RETRIEVERS – Gun dogs definition as Hunting dogs

curly coat retriever

RETRIEVERS = Gun dogs. sporting dog class

Retrievers are one of the main Gun dog breeds:

  • Pointers
  • Retrievers
  • Setters

Many dog breed sites prefer the group name sporting dog GROUP rather than gun dog.

The most curious thing about this group is that there are only SIX (6) dogs in total that are classified as retrievers. These are obviously hunting dogs that have the main skill as retrieving AND have the word retriever in their name. In alphabetical order they are:

  • Chesapeake Bay Retriever
  • Curly-Coated Retriever
  • Flat-Coated Retriever
  • Golden Retriever
  • Labrador Retriever
  • Nova Scotia Duck Tolling Retriever

 It should be noted that only four of these dogs have a long time lineage and are well known to most people on earth. The Chesapeake Bay retriever was created near Chesapeake Bay ( an city located in Virginia, America. And Nova Scotia Duck Tolling retriever is also a very localized dog.

So just like hunting dogs comprise several main groups of dogs, which some people may argue specific breeds should or shouldn’t be included, you will find that the retriever (as part of the gun or sporting group of dogs) has dogs that could or should be included in the group.

The reason that only SIX breeds officially come under the retriever group of dogs, is that while almost any dog can be trained to retrieve, a true retriever has a much more specific skills set. And in fact it is just as much of what the real retriever does as what it doesn’t do that makes it an ideal retriever in the view of hunters.

 RETRIEVER dog MAIN purpose

Retrievers are usually used for hunting of waterfowl.

This means the dog will either sit patiently in boats (often in cold winter conditions) or on the bank of bogs, remaining quietly hidden along with the hunter.

While retrievers can retrieve many other types of game, it is often larger more aggressive, and faster dogs that actually chase, capture and hold prey.

The retriever dog often has a thick coat, that repels water and a very soft mouth for bringing back game in the condition it was downed in.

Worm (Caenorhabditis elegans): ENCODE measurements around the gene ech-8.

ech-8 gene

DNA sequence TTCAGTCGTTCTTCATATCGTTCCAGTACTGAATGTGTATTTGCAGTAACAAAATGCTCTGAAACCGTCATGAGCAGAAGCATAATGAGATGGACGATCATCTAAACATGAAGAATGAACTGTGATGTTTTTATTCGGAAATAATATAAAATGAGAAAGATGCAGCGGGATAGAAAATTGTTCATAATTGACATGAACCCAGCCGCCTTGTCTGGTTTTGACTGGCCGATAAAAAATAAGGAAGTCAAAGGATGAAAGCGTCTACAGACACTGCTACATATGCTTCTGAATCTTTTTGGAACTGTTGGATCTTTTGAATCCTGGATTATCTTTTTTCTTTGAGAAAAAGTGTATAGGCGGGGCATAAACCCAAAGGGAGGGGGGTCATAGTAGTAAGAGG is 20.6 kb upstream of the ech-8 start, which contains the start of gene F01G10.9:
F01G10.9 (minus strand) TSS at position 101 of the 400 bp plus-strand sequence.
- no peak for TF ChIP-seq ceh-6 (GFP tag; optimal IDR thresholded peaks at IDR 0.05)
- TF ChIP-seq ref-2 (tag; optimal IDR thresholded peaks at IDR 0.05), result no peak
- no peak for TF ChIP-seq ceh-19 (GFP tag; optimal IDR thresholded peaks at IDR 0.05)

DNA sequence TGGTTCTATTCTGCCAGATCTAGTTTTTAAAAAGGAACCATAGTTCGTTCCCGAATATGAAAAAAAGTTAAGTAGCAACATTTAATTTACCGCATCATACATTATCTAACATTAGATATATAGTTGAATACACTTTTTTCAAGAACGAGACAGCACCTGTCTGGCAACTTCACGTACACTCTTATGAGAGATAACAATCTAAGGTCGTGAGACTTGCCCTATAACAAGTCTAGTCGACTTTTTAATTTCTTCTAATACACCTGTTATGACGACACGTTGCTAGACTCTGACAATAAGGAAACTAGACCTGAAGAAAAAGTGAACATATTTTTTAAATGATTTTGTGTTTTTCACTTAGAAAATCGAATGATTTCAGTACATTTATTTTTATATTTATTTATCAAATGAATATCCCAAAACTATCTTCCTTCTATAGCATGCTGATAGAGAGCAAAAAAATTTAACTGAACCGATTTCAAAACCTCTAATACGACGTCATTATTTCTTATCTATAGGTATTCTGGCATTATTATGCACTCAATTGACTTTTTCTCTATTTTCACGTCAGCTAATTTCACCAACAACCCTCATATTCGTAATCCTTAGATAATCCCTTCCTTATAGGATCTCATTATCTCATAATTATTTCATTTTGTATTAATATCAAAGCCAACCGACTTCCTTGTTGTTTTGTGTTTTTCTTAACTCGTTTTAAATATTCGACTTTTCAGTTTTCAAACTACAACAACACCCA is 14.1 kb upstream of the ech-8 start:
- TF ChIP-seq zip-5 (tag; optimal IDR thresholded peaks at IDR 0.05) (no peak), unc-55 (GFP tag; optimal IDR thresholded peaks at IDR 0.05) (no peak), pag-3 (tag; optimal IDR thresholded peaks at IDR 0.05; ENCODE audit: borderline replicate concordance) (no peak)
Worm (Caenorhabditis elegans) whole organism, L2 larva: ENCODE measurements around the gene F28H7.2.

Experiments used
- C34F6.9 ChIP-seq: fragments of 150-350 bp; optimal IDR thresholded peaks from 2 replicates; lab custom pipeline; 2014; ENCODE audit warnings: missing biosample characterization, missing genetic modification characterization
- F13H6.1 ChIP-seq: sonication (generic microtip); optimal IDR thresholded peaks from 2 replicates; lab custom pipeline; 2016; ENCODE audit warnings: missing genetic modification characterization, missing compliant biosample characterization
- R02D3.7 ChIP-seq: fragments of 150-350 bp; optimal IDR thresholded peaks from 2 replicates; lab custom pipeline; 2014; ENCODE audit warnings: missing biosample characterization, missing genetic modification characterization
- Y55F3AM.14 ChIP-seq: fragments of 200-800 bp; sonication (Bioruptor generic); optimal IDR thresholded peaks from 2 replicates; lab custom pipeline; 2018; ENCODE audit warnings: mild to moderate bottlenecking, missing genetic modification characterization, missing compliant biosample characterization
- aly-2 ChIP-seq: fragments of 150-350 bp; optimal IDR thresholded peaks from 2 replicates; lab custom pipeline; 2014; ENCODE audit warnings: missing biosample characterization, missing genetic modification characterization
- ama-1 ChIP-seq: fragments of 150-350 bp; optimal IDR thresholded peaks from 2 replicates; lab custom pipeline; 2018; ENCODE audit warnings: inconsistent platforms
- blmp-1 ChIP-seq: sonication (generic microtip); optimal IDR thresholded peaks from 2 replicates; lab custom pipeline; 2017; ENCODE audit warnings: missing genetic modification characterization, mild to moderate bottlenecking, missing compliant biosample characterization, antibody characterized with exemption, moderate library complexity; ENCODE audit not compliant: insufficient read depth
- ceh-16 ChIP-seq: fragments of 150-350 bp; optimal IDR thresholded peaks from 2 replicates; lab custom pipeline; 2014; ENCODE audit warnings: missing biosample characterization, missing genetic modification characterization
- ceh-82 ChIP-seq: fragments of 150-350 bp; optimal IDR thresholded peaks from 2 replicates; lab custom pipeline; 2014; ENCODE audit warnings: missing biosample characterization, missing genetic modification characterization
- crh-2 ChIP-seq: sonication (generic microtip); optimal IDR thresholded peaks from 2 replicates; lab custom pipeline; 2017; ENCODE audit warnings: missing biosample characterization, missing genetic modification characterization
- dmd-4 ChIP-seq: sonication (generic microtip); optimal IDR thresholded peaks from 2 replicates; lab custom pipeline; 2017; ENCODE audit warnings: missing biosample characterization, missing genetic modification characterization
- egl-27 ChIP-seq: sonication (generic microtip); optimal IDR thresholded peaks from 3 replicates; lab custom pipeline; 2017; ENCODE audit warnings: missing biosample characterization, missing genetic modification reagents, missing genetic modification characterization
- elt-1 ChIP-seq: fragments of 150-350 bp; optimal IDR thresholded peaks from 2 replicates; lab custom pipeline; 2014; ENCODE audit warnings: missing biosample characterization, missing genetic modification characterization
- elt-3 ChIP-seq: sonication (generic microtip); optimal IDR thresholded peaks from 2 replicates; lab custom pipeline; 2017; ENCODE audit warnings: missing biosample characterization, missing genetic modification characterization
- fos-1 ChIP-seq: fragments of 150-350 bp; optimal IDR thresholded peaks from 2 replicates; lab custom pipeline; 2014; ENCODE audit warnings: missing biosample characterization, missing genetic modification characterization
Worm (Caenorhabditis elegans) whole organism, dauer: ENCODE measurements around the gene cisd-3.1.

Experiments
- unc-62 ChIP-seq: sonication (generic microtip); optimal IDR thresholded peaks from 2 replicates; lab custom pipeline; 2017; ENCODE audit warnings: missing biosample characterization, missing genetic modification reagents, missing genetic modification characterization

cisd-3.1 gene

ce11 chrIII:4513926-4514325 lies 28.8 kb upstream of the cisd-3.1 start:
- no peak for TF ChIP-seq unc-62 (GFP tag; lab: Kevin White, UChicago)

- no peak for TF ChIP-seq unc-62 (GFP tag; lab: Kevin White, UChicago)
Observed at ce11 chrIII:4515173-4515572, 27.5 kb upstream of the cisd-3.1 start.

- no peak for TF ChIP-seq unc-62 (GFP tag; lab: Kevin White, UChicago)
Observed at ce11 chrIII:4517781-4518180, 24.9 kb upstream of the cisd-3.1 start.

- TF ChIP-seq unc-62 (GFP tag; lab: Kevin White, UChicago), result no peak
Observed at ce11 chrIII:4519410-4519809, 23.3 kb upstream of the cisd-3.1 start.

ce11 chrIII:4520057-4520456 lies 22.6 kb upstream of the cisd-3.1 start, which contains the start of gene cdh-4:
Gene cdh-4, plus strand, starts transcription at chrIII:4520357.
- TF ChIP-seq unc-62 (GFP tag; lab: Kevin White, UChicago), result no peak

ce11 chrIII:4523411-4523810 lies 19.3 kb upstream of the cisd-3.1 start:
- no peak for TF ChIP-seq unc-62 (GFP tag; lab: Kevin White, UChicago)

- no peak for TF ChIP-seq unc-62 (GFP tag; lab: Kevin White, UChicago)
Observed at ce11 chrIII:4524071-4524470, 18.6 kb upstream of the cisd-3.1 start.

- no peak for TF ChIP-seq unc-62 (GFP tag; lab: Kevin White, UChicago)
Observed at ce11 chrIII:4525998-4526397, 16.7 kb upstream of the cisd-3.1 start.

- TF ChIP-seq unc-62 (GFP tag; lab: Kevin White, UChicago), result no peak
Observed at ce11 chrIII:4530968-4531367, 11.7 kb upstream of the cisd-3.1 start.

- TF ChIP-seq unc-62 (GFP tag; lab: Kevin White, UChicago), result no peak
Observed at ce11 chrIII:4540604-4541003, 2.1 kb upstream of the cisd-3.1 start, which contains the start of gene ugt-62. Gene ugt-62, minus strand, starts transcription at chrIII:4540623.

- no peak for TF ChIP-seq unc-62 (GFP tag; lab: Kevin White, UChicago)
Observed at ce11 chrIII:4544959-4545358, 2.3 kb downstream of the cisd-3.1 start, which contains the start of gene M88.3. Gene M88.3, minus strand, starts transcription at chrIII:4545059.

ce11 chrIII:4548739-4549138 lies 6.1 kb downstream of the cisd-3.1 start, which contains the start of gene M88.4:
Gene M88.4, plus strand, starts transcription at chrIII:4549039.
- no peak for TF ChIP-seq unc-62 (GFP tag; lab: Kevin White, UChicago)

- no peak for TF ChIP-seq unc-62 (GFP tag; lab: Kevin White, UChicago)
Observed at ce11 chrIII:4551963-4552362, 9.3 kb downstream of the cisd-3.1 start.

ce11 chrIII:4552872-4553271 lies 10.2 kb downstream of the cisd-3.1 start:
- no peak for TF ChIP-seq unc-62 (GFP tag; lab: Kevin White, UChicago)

There are many more mysterious hunting terms used to define how the dog interacts with the hunter owner, the signals that it must learn, how it interacts with other dogs, but essentially these dogs need high intelligence to work cooperatively with the hunter, without disturbing the environment too much or getting in the way of other dogs retrieving.

The best retriever dogs are used as a precision instrument, as if they are attached to the hunter by a string. They observe voice and hand commands, must remember where downed birds are for a long time before retrieving or retrieve on a blind command (where they did not see where a bird is but the hunter guides them).

One of the main motivations of a retriever dog is that they have an amazing fixation with birds. Without this desire to find a bird, without a high level of CONTROLLABLE excitement, they will not overcome the obstacles they need to in the hunting environment to retrieve the birds. A great retriever does not give up, unless recalled by the hunter.

Memory and the ability to mark where a bird has fallen is also a very important skill for the true retriever dog. That is what these dogs were bred for hundreds of years to do, that is why they are so good at this skill. Whereas humans can take centuries of ‘selective breeding’ to obtain a specific physical or mental skill, dog breeds can become very specific in a very short period, only a few generations. When these breeds were formed over centuries of hunting, it makes them very formidable.


Poodles were once known to be one of the best retrievers (of birds) that a hunter could find. They are also classed as water dogs and can do flushing. It is perhaps their high intelligence that had them fall out of flavour with some hunters, as their problem solving skills are exceptional and they will sometimes choose novel unexpected solutions. They were also multi-skilled so they are no longer in the specific retriever group.

English Cocker spaniels are also known to be great retrievers. In fact their name comes from their UK training to hunt the Eurasian Woodcock bird. They were bred to find the bird using exceptional smell, flush the bird for the hunter, then to retriever the bird. It is strange that having three exceptional skills precludes this dog from the retriever category.

Then you have dogs like the working dog collies that can retrieve a ball or thrown object for hours on end if required. The point about this form of retrieving is that it is a substitutes for herding. Border collies are known to be very intelligent, but they weren’t bred to have exceptional noses, and they weren’t bred to retrieve fallen birds. They were bred to occasionally nip a heel of an errant sheep, and they don’t have a soft mouth, so there are many reasons that this breed and others are not classified in the retriever specific class.

The following is a NON exhaustive list of other dogs that are known to be good retrievers. Note I have removed pointers from the list as they definitely have their own Gun Dog category.

You will notice that there are quite a few spaniels on this list. All these dogs love water, have feet webbing, solid coats:

American Cocker Spaniel, American Water Spaniel, Barbet, Boykin Spaniel, Clumber Spaniel, English Cocker Spaniel, English Setter, English Springer Spaniel, Frisian Pointer, German Shorthaired Pointer, German Water Spaniel, Gordon Setter, Italian Spinone, Irish Setter, Irish Water Spaniel, Newfoundland, Poodle, Portuguese Water Dog, Spanish Water Dog, Sussex Spaniel, Welsh Springer Spaniel, Wire-haired Pointing Griffon